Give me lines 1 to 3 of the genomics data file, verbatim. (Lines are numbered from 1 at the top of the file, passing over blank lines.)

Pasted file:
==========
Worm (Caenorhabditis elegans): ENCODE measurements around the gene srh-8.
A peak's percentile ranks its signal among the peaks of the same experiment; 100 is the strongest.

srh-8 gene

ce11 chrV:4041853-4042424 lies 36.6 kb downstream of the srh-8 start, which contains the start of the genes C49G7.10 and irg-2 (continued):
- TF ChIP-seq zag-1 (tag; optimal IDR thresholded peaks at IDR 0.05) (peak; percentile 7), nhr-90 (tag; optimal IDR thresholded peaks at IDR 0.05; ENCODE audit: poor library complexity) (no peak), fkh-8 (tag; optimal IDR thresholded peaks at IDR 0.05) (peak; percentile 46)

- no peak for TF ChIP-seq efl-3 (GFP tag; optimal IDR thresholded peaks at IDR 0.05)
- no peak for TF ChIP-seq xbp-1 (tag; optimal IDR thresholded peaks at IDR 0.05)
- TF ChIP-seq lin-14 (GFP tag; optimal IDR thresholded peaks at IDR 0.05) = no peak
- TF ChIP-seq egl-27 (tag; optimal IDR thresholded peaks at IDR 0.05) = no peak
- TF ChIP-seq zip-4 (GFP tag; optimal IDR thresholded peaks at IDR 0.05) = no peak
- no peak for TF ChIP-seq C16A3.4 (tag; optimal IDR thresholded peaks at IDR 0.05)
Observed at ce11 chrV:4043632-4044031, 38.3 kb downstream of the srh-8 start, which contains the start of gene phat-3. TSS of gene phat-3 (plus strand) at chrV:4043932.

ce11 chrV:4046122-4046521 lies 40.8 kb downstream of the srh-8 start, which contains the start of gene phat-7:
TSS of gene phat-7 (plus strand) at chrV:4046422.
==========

Worm (Caenorhabditis elegans): ENCODE measurements around the gene srh-8.
A peak's percentile ranks its signal among the peaks of the same experiment; 100 is the strongest.

srh-8 gene